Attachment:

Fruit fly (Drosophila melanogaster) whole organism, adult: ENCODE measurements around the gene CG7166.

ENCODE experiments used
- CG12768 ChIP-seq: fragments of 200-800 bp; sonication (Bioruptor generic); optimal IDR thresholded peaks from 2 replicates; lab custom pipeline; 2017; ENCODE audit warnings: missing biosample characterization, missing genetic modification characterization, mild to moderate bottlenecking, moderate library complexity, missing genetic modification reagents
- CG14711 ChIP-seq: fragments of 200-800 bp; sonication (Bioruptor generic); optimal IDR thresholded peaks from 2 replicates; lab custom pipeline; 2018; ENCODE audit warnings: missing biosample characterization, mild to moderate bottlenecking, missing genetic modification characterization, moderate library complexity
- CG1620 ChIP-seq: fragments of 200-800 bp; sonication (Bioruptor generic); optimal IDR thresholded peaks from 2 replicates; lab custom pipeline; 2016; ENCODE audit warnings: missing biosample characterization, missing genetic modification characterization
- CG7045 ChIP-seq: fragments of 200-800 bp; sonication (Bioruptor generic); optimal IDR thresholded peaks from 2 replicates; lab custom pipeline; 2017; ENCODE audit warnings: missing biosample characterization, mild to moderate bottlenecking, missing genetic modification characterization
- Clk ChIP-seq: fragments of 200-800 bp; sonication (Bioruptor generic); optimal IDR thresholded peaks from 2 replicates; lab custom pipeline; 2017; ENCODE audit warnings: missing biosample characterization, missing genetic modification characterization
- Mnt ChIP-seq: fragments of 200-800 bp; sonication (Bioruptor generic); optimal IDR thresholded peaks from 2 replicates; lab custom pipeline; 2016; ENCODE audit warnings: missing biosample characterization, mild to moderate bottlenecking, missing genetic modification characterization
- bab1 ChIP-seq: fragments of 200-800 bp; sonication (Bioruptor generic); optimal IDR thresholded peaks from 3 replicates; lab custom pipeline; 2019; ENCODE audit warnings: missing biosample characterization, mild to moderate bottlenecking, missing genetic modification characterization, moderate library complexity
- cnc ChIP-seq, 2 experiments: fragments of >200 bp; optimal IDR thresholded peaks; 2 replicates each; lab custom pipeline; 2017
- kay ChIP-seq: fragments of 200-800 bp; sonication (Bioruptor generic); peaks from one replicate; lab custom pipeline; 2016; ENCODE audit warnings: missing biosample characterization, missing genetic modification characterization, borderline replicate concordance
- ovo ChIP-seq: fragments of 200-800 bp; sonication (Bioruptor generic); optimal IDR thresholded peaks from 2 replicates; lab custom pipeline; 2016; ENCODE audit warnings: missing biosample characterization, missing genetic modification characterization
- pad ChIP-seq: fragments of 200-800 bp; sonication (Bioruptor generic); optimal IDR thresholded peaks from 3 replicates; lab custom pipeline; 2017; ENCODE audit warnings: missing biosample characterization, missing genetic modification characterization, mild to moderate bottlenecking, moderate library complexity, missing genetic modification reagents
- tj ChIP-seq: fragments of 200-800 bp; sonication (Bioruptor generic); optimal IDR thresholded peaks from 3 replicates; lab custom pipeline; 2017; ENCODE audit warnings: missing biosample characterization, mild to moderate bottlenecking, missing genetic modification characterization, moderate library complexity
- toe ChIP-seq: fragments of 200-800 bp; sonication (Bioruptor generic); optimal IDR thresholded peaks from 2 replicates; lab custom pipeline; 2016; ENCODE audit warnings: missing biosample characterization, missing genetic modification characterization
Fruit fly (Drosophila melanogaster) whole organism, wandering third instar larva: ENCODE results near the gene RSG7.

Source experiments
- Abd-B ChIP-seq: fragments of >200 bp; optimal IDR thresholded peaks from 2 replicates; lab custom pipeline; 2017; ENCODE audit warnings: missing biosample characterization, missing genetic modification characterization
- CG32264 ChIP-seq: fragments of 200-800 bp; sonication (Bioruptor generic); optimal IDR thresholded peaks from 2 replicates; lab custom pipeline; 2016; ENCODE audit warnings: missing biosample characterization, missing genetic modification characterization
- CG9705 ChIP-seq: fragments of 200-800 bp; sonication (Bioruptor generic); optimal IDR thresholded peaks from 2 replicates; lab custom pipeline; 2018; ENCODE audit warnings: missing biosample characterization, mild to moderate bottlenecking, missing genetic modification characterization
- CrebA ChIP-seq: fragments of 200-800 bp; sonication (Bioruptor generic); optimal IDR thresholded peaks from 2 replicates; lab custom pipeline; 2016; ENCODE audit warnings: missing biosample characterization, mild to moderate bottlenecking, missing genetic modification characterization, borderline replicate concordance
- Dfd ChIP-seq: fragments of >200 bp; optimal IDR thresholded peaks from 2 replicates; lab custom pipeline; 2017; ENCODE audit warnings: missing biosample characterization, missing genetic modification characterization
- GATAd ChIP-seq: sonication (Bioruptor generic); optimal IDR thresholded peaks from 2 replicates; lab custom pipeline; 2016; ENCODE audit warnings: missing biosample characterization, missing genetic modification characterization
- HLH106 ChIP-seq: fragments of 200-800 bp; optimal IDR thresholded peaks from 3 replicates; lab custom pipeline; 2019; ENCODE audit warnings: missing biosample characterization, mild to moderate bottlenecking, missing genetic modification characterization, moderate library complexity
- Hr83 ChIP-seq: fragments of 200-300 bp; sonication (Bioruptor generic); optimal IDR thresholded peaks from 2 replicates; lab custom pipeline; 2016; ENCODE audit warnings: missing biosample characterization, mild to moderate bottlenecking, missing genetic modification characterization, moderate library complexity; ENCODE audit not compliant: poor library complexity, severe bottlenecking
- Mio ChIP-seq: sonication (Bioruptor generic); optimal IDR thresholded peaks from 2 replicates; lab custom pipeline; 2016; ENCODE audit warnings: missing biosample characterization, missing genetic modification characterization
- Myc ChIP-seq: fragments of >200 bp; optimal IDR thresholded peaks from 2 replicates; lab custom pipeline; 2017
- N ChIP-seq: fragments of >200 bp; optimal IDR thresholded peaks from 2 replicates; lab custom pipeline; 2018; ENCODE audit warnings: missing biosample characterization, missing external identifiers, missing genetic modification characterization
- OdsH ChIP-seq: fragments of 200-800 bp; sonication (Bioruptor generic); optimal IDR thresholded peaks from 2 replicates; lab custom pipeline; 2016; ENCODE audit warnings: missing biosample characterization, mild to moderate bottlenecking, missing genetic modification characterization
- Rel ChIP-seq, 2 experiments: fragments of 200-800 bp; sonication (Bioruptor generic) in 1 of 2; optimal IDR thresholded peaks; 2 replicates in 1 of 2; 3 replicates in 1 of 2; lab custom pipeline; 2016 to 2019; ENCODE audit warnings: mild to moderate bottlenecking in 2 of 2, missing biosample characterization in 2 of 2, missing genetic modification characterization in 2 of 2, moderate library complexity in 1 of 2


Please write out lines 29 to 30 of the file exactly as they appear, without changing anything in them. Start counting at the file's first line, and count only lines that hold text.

- OdsH ChIP-seq: fragments of 200-800 bp; sonication (Bioruptor generic); optimal IDR thresholded peaks from 2 replicates; lab custom pipeline; 2016; ENCODE audit warnings: missing biosample characterization, mild to moderate bottlenecking, missing genetic modification characterization
- Rel ChIP-seq, 2 experiments: fragments of 200-800 bp; sonication (Bioruptor generic) in 1 of 2; optimal IDR thresholded peaks; 2 replicates in 1 of 2; 3 replicates in 1 of 2; lab custom pipeline; 2016 to 2019; ENCODE audit warnings: mild to moderate bottlenecking in 2 of 2, missing biosample characterization in 2 of 2, missing genetic modification characterization in 2 of 2, moderate library complexity in 1 of 2